If you read our commentaries on Burrows Wheeler transform (BWT) here and here, you learned how the transform was done, but did not develop an intuitive feel for what made Mr. Burrows and Mr. Wheeler think about the procedure. In this post, we present an indexing technique called suffix arrays that will lead you naturally to Burrows Wheeler transform. If you allow us to use an analogy, you were airdropped on the top of a high mountain in our previous method for discussing BWT, whereas today we shall slowly climb up to the top. Both approaches have advantages and disadvantages. When you were airdropped, you could enjoy the view from the top without any pain of climbing. The hiker, on the other hand, gets considerable pleasure from the hike itself, and that is what we are looking for today.
We introduced the concept of indexing in a previous post. Today we shall explore indexing for word search algorithms.
Suppose you are given hundreds of short words and are asked to find the ones present in a reference text and their locations. This is essentially the general description of the problem being solved by all short read alignmers.
Brute Force Approach
We shall first investigate the difficulties faced by a brute force approach. As a simple example, let us choose the following reference text - ‘Homolog.us, Frontier in transcriptomics’.
The first word we are searching for is ‘in’. The simplest algorithm starts from the beginning of the text and compares each letter with the first letter in the query -‘i’.
Does ‘H’ match with ‘i’? No.
Does ‘o’ match with ‘i’? No.
Does ‘m’ match with ‘i’? No.
The algorithm continues in this fashion and finds ‘i’ in 22nd location. It compares the next letter ‘n’ with 23rd letter in reference, and finds a match. The word ‘in’ exists in reference text in the 22nd location. The algorithm continues with rest of the reference text and finds three more ‘i’s. However, none of them match the complete word ‘in’.
The second word to look for is ‘to’. The algorithm again starts from ‘H’ and continues with ‘o’, ‘m’, ‘o’, ‘l’ and so on. It finds ‘to’ to be present in reference text in 34th location. The remaining matches with ‘t’ do not contain the word ‘to’.
The third word is ‘From’. The algorithm again goes through ‘H’, ‘o’, ‘m’, etc. to find a match with F at the 13 th location. However, only the first three letters of From match the reference text, and the search is abandoned in the fourth letter. The word ‘From’ is not present in the reference text.
Imagine searching for 100 million short reads in human genome in the above fashion. Even one walk through the genome can take several minutes in a very fast machine. Searching for 100 million reads can take centuries. You start your program and go take a long coffee break of one hundred years to get the results. Nice try !!
Improvement by Indexing
Thinking through the above approach, you will notice one major drawback. For each word being searched, we need to walk through the entire reference text. Therefore, one simple improvement can dramatically cut down the search time. Let us go back to the reference text - ‘Homolog.us, Frontier in transcriptomics’, and create another array to store the locations of various letters.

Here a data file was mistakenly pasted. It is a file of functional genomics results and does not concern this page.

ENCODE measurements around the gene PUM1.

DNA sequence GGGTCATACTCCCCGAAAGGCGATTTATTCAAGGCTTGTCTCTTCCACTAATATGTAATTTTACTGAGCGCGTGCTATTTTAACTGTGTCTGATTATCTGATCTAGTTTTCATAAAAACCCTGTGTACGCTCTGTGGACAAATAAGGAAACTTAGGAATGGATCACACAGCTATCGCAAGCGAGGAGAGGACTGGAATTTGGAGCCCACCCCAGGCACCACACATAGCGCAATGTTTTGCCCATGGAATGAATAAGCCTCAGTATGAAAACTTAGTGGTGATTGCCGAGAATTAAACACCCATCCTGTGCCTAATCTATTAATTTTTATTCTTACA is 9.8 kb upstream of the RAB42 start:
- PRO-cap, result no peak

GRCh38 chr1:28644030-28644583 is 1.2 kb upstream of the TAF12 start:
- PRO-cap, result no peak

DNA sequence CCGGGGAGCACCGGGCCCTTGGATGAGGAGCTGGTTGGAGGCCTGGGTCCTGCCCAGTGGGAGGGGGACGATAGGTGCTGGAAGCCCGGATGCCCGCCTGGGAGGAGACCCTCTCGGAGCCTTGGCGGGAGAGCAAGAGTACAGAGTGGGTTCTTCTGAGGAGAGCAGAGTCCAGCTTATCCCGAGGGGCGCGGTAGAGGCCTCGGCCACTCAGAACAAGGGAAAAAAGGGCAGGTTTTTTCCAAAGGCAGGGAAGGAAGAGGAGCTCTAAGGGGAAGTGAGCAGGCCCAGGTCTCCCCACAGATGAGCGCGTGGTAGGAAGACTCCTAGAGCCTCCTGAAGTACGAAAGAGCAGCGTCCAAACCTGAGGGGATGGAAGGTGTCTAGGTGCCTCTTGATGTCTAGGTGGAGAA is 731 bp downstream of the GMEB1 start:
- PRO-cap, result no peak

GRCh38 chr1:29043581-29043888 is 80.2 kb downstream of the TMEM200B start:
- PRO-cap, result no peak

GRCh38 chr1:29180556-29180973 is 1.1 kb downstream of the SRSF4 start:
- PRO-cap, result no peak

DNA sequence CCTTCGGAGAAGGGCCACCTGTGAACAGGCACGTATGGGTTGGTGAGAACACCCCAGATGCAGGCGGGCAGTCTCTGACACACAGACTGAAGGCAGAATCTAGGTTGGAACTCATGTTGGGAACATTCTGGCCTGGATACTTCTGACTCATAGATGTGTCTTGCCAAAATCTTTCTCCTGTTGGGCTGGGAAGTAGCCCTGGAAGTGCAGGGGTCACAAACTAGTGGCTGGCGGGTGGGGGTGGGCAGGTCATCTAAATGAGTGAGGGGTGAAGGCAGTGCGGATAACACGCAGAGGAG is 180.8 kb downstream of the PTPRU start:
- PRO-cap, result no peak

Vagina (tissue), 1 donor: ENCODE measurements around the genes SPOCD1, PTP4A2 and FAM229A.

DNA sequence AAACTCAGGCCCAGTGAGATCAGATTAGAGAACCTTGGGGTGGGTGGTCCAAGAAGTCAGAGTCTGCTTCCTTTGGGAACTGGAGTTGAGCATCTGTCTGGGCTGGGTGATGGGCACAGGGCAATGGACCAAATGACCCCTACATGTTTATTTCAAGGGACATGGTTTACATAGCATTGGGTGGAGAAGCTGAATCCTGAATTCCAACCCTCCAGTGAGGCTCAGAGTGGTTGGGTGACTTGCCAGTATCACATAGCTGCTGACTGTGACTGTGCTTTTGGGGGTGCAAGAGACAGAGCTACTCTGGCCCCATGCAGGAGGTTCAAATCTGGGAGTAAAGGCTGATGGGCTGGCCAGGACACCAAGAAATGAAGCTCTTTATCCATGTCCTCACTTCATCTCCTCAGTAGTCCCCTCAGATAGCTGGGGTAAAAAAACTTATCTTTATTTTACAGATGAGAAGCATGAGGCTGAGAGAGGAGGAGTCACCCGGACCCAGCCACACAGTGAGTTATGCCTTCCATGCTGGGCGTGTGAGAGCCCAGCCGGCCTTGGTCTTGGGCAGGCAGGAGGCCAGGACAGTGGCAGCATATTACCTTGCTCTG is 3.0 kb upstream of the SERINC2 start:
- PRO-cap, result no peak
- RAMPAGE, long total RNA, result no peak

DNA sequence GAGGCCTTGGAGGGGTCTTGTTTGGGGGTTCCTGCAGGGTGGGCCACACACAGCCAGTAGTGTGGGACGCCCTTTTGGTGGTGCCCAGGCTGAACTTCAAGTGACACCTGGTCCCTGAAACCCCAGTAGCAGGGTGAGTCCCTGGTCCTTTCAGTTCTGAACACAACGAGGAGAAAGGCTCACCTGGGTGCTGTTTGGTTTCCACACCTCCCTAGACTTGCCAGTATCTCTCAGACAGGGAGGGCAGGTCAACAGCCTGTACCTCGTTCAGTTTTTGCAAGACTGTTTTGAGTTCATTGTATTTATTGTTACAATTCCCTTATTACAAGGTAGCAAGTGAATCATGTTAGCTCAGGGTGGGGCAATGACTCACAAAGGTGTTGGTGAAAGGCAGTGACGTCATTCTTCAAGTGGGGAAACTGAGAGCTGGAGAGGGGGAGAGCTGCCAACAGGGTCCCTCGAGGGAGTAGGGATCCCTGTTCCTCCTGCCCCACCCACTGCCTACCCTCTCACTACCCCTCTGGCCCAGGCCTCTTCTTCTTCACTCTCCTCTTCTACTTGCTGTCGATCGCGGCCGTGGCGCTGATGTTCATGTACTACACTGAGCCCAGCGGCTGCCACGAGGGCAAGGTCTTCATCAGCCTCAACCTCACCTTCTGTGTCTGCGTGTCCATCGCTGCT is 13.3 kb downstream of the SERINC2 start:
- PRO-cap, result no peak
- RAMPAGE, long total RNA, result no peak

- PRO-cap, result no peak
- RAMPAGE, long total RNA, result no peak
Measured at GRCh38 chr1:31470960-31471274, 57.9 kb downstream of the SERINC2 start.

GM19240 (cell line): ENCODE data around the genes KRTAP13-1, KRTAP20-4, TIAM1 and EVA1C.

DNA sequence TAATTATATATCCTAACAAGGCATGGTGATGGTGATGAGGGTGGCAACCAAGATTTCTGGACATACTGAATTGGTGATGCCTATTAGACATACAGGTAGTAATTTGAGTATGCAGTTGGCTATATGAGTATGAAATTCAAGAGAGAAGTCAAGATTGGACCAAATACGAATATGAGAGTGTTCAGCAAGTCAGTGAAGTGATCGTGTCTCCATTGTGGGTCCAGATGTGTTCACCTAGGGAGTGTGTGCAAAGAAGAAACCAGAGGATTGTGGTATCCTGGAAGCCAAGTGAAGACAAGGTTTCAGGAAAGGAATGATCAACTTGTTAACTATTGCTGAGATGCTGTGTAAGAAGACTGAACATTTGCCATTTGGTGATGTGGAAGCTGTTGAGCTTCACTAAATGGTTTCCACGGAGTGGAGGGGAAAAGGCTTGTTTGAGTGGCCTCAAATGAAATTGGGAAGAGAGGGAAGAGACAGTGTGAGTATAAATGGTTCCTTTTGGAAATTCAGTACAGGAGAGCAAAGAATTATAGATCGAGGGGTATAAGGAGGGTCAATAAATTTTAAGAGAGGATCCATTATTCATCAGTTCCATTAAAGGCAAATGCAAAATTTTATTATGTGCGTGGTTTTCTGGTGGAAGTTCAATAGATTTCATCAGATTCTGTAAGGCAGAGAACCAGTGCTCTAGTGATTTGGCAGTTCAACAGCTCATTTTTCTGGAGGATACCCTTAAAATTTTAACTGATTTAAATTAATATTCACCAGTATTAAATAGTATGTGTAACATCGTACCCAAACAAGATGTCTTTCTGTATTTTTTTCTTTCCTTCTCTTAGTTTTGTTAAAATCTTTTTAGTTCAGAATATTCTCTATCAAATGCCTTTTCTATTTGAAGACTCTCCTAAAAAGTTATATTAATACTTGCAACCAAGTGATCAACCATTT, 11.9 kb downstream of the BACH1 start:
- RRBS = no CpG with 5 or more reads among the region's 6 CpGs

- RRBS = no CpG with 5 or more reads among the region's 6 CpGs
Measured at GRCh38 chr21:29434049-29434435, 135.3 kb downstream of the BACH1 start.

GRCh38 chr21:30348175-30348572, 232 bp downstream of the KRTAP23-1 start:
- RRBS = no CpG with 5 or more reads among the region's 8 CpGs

We can utilize this second array to reduce the search time. For every word, we first look for the location of its first letter in the second array. Then we search the reference text only at few locations addressed by the second array. For the word ‘in’, second array lists ‘i’ only at locations 18, 22, 32, and 37 of reference text. So, we can compare the word at only those four locations.
Creating the second array also provides another major advantage. Suppose the word to be looked for is ‘with’. We immediately find out that the letter ‘w’ does not exist in the table. So, ‘with’ is rejected without even going through the reference text, whereas the brute force approach would have required us to walk through the entire text to come to an answer.
What is the drawback of the improved algorithm? It takes extra space (RAM), and more we want to gain on time, more RAM is needed. To understand the trade- off between the size of the index and improvement in search speed, consider the human genome. If you store the locations of all As, Cs, Gs and Ts, that will not help much. Unlike the short reference text ‘Homolog.us, Frontier in transcriptomics’, the genome has simply too many As, Cs, Gs and Ts. Therefore, the index needs to save locations of longer words. Even going to 2 letter words (AA, AC…TTs), 3 letter words (AAA, ATC, AGC, etc.) or 4 letter words (AAAA, AAAC, etc.) is not enough. The index needs to be 8-10 nucleotides long to be sufficiently distinct so that only few areas of the genome are searched.
Indexes of Variable Sizes
If we drop the notion of saving fixed sized indexes and instead make the constraint that all indexes need to have unique location on the genome, we essentially reach suffix array. Going back to the previous index table shown above, we observe that the letters ‘ ‘, ‘c’, ‘i’, ‘m’, ‘n’, ‘o’, ‘r’, ‘s’ and ‘t’ match multiple coordinates. So, we consider two positions for those letters to break the redundancy. That works for all letters except ‘o’, where three letters are needed. The index table is sorted alphabetically based on the words and is shown below. This is the ‘suffix array’ for the reference sequence. The experts may find this approach for deriving suffix array as non- traditional, but it is more intuitive to a beginner.
In the next commentary, we shall investigate how suffix array is used in word searches and its relationship to Burrows Wheeler transform.